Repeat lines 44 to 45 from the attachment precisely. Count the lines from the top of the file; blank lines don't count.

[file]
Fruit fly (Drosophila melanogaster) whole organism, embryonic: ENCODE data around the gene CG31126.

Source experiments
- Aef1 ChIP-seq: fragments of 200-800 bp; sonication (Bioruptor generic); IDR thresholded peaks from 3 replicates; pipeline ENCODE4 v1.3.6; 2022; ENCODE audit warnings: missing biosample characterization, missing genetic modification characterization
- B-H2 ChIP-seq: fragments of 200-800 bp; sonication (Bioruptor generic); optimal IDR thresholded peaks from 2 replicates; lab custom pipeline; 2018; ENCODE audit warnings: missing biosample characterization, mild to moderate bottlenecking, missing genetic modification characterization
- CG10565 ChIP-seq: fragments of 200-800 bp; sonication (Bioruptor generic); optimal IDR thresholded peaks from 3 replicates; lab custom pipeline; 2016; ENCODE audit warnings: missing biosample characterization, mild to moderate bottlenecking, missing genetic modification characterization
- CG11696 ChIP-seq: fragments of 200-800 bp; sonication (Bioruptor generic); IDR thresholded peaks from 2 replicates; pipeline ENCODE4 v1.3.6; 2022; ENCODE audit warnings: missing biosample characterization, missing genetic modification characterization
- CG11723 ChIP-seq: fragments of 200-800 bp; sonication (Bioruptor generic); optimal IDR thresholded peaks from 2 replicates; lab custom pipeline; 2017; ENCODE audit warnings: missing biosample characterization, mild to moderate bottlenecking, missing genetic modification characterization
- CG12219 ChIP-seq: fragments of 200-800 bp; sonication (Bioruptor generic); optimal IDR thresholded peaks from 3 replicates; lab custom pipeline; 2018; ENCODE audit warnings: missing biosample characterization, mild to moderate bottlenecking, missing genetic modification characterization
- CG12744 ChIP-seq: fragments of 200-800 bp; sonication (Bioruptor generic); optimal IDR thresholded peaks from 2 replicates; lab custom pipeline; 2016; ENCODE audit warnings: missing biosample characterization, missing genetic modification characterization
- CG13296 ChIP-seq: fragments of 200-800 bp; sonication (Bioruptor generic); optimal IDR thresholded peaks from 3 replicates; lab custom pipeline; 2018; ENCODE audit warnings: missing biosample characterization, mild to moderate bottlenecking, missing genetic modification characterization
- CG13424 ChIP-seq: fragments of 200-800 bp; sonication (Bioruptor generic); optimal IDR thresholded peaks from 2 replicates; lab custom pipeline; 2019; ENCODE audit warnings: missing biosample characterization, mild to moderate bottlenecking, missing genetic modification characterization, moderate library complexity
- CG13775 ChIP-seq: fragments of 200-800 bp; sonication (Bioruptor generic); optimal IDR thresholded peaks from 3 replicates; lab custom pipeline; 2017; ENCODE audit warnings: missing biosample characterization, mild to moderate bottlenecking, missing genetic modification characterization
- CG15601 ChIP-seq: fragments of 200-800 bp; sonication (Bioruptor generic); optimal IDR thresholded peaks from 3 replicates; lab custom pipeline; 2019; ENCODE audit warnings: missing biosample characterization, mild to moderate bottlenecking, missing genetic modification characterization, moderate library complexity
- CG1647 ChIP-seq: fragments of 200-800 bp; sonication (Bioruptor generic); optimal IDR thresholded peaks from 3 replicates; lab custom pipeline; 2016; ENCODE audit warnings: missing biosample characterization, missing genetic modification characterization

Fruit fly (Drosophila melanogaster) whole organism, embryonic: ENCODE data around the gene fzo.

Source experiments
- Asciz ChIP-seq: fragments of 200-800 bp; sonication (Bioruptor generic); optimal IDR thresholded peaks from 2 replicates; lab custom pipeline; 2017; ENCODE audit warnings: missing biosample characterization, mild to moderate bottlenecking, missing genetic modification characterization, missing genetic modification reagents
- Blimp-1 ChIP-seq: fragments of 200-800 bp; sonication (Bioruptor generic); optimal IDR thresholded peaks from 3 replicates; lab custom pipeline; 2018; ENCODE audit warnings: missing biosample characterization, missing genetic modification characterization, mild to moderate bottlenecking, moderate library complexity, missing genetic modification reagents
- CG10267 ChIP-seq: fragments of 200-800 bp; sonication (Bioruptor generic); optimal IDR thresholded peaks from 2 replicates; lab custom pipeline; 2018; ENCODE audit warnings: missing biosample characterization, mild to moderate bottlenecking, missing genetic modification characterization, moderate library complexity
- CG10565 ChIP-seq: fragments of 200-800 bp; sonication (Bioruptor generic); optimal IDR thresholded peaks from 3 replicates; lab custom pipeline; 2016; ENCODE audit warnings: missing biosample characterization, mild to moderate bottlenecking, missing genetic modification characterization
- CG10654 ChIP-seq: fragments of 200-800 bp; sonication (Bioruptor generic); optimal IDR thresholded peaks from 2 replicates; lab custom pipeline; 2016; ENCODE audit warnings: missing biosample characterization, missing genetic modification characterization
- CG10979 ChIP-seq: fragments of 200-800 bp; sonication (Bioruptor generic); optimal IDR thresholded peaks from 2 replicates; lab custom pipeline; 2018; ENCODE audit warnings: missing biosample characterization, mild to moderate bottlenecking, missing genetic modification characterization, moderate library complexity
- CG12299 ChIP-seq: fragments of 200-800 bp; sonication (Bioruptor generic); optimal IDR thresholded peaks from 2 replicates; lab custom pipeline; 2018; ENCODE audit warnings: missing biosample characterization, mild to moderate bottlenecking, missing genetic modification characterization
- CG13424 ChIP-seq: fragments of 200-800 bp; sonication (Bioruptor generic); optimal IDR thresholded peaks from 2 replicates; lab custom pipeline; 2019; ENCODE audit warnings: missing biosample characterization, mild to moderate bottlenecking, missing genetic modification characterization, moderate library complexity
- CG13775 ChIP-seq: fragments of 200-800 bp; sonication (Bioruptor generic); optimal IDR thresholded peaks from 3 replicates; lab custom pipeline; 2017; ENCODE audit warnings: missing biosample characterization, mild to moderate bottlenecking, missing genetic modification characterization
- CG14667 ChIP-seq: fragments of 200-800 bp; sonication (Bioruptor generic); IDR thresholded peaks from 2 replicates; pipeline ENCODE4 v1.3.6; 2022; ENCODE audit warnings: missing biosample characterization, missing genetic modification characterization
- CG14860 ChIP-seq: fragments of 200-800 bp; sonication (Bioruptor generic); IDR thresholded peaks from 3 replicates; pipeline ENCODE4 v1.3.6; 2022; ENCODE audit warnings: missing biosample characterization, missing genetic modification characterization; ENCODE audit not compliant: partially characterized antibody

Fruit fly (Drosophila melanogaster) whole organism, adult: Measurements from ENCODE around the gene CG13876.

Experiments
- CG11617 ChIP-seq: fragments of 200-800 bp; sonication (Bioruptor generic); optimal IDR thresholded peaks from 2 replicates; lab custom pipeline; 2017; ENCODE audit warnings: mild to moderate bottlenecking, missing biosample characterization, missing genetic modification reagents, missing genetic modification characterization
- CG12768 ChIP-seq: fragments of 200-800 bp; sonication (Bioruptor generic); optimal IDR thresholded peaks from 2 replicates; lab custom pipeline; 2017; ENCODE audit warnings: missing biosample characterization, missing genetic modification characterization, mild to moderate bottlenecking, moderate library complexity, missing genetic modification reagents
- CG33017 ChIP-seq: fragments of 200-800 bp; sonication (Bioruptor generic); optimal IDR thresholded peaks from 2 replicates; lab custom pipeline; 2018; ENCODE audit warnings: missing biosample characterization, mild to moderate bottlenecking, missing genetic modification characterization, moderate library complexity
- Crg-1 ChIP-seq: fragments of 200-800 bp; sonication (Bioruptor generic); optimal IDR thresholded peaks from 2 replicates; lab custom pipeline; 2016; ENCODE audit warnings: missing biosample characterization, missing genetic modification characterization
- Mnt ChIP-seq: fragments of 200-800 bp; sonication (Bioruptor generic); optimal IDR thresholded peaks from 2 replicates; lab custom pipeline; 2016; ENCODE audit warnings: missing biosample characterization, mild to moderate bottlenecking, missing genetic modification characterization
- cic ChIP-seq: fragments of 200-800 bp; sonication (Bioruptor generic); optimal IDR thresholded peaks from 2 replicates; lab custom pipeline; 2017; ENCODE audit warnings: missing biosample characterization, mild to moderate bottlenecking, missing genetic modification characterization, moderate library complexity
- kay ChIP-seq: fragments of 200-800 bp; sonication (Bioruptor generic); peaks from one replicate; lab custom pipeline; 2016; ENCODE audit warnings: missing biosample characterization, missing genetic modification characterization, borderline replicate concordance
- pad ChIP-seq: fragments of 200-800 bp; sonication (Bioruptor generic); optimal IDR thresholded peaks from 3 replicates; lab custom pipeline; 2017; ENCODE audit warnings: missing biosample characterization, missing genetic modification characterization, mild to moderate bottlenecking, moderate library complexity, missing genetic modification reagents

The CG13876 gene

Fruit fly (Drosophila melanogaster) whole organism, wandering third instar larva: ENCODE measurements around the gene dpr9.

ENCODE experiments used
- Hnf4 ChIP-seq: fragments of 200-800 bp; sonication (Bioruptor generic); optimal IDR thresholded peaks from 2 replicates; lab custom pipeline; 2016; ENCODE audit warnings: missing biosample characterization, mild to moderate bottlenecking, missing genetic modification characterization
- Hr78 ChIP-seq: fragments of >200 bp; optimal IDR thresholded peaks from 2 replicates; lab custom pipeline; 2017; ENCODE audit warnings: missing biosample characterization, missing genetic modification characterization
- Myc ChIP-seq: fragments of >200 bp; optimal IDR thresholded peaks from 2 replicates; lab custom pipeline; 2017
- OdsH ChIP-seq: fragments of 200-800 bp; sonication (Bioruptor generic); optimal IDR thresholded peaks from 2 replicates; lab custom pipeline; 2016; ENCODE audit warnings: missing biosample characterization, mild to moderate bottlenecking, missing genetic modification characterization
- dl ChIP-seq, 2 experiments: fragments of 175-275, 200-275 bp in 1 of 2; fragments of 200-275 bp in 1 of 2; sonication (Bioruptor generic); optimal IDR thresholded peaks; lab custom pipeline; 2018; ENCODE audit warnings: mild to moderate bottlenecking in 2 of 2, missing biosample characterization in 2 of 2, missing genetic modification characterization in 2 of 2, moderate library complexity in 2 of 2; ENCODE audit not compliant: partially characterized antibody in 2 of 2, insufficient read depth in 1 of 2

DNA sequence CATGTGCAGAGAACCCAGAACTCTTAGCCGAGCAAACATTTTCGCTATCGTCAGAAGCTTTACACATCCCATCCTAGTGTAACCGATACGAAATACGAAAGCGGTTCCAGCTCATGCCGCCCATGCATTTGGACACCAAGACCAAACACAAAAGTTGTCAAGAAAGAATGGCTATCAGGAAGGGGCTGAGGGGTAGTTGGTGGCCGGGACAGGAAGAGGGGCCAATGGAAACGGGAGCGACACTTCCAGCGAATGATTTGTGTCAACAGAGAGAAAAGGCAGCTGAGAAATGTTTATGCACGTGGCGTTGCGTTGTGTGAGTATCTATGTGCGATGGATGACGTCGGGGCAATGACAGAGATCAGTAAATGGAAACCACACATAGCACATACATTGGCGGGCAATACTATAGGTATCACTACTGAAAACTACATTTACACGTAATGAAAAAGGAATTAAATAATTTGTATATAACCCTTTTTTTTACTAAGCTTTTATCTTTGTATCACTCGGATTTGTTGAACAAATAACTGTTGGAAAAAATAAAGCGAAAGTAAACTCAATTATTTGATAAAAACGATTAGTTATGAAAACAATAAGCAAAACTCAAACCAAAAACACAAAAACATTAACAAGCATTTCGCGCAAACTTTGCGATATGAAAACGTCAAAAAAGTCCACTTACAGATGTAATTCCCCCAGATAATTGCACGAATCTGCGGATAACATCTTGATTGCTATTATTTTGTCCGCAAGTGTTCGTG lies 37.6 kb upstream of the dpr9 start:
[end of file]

- OdsH ChIP-seq: fragments of 200-800 bp; sonication (Bioruptor generic); optimal IDR thresholded peaks from 2 replicates; lab custom pipeline; 2016; ENCODE audit warnings: missing biosample characterization, mild to moderate bottlenecking, missing genetic modification characterization
- dl ChIP-seq, 2 experiments: fragments of 175-275, 200-275 bp in 1 of 2; fragments of 200-275 bp in 1 of 2; sonication (Bioruptor generic); optimal IDR thresholded peaks; lab custom pipeline; 2018; ENCODE audit warnings: mild to moderate bottlenecking in 2 of 2, missing biosample characterization in 2 of 2, missing genetic modification characterization in 2 of 2, moderate library complexity in 2 of 2; ENCODE audit not compliant: partially characterized antibody in 2 of 2, insufficient read depth in 1 of 2